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Writers want to surprise the audience with a clever plot twist. But just like that time Billy Mumford trusted you with his shameful secret -- that he honestly thought Go-Bots were better than Transformers -- something inside them is itching to tell everybody. You may have ruined poor Billy's life by shouting his shame during that Yo-Yo assembly, but most creators are a bit more subtle. They like to reveal big secrets right there in their characters' names ...

"Lois Einhorn" Gives Away The Twist In Ace Ventura

Warner Bros.

Ace Ventura is about a private detective who investigates a disappeared dolphin and discovers that Lt. Lois Einhorn, the woman whom he's been reporting to this entire time, is the culprit ... and also a man named Finkle. He then promptly throws up, because they made out a few scenes earlier.

And then the joke was never repeated in pop culture ever again. The End.

But if Ventura had taken his Ritalin long enough to finish a coherent thought, he could have seen the big twist coming. The reveal that Einhorn has a cock was likely met with shrugs and bemusement in Germany. See, in German. "Ein horn" means "one/a horn." Get it? Horn = penis.

Warner Bros.
You're gonna get it.

"Remus Lupin" And "Sirius Black" Spoil Two Plot Twists In Harry Potter

Warner Bros.

Remus Lupin is introduced in the third Harry Potter as the new Defense Against the Dark Arts teacher. He handily wins Hogwarts Teacher of the Year by helping Harry to not die one time, and then giving him chocolate. (The uh ... the bar wasn't exactly set very high.)

Oh, and he's also a werewolf.

Warner Bros.
"I didn't tell you guys? Oops."

Hermione naturally figures it out, but there were so many clues to Lupin's true identity that even Ron should have raised his hand on that one. In Roman mythology, Romulus and Remus were the twins who founded Rome after being abandoned and raised by a female wolf. So the first "Remus" was a human who walked the earth as both man and wolf. His surname is Lupin, which is French for "wolf-like," so "Remus Lupin" essentially translates to "Wolf-like Wolf-man." Not super subtle.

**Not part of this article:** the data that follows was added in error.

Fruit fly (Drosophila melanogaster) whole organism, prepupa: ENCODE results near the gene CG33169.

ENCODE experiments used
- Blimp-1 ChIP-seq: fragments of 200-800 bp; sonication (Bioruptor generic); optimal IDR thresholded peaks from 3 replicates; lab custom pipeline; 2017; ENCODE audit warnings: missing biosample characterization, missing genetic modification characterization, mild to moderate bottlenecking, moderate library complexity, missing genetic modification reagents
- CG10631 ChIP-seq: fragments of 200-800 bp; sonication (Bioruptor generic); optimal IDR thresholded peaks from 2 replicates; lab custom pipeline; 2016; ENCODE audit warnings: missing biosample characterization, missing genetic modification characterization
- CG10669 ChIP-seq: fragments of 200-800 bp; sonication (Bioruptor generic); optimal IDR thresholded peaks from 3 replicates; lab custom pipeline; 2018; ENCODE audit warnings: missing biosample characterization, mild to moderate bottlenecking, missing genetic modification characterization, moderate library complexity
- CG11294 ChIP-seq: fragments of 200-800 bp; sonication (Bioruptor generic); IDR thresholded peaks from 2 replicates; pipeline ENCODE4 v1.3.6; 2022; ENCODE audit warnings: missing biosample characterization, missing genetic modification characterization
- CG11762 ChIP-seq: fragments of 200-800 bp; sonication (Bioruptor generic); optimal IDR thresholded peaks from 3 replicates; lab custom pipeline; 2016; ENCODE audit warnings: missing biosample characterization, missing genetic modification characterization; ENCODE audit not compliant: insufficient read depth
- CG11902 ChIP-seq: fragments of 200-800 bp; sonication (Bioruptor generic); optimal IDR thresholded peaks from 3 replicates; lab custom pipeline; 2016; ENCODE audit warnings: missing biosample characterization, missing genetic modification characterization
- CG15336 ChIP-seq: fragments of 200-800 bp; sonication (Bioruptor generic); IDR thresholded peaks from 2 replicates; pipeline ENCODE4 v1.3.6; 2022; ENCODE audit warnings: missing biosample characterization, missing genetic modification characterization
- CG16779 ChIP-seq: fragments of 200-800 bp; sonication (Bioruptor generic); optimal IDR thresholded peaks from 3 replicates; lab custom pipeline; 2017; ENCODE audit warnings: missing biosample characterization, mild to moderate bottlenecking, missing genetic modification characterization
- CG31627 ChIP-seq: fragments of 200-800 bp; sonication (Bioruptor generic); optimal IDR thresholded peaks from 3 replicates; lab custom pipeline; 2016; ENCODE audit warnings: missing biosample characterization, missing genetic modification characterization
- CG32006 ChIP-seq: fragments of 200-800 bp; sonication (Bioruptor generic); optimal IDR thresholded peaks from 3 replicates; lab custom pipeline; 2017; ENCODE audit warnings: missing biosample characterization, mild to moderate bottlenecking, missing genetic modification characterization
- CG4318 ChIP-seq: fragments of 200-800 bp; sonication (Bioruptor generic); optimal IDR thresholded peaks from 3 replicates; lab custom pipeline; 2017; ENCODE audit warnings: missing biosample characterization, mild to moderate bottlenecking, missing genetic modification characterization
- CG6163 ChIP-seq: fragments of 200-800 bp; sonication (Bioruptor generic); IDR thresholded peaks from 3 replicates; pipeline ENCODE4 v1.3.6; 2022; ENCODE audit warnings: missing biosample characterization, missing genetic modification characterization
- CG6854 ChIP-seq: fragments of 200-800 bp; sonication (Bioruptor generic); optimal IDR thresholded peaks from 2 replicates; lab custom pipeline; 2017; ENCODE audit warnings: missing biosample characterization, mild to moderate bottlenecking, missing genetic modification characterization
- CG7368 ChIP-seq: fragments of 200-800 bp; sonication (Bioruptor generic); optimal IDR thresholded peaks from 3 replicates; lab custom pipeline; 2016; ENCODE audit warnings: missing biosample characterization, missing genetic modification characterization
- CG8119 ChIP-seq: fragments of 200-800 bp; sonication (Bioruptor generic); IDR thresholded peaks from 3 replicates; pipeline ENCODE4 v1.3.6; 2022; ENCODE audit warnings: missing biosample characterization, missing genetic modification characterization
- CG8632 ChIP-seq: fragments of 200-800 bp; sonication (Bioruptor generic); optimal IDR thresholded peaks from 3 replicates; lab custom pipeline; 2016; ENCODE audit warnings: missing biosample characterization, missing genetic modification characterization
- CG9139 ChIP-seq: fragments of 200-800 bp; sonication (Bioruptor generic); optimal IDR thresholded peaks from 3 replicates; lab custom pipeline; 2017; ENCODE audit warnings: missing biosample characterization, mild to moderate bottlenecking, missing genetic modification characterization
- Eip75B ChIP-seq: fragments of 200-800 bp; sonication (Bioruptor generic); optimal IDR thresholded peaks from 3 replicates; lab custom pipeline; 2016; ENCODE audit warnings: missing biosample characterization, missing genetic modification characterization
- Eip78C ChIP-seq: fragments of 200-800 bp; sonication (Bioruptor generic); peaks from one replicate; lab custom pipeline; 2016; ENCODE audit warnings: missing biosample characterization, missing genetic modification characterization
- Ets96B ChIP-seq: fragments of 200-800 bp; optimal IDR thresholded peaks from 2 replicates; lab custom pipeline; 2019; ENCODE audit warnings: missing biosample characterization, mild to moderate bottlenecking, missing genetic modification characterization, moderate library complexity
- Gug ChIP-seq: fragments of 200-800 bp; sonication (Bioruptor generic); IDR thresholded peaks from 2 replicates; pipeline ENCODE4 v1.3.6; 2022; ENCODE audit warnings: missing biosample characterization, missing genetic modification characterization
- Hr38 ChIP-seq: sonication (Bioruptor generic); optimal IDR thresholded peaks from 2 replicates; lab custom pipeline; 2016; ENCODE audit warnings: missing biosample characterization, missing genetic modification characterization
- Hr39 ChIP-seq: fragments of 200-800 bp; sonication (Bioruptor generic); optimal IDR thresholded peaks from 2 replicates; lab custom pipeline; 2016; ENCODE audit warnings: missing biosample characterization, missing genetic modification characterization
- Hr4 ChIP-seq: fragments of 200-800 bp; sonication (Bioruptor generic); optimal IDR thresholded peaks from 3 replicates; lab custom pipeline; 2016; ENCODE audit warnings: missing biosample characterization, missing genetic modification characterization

Further, the entire movie revolved around the escape of one Sirius Black from Azkaban, Harry Potter's version of Alcatraz mixed with a haunted house. If Hogwarts had anything even close to traditional Muggle education, then Harry and the gang would've figured out that the black dog lurking in the shadows was in fact Sirius the whole time.

Warner Bros.
Or totally out in the open, not in the shadows at all.

Sirius, after all, is the brightest star in the night sky, part of the constellation Canis Major (Big Dog), also known as the Dog Star. So this missing man's name is basically "Black Dog," and there's a mysterious black dog around ...

Nah, it's probably nothing!

There's a reason Hogwarts isn't an accredited learning institution.

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"Lionheart" And "Bellwether" Reveal The Whole Plot Of Zootopia

Walt Disney Pictures

Zootopia is about a cute little bunny's adventures in the titular city. The head of this shining beacon of animal freedom is Mayor Lionheart, but -- dun dun dun! -- late in the film, we find out that he's been imprisoning predatory animals that have inexplicably gone feral. Lionheart goes to jail for a while, and his number two, Deputy Mayor Bellwether, takes over.

Walt Disney Pictures
Is it just us, or does he look exactly like the D.A.R.E. lion?

Once in charge, Bellwether convinces everyone that this is happening to predators simply because they're evil, and Zootopia morphs into whatever the animal pun on dystopia would be. But -- double dun dun dun! -- it turns out that Bellwether was the true bad guy, turning innocent predators savage by drugging them! She's eventually taken down, while Lionheart, still in jail, claims to have done "a bad thing for the right reasons."

Walt Disney Pictures
"You know that still makes you a shitty mayor, right?"

All of this is foreshadowed by their names.

Bellwether means "leader of others," which is what she becomes. Originally, though, it referred to leading a flock of sheep, which also happens when Bellwether manipulates the city with fear and turns its citizens into mindless "sheep." Lionheart, on the other hand, is the nickname of King Richard, who ruled England and fought in the crusades -- arguably doing a "bad thing for the right reason" -- and then went to jail / was held for ransom. According to Robin Hood folklore, his number two, Prince John, took over and turned England into a non-animal-themed dystopia. Well, depending on what version of the story you're watching. We're not totally sure, but we have a feeling the animated one wasn't entirely historically accurate.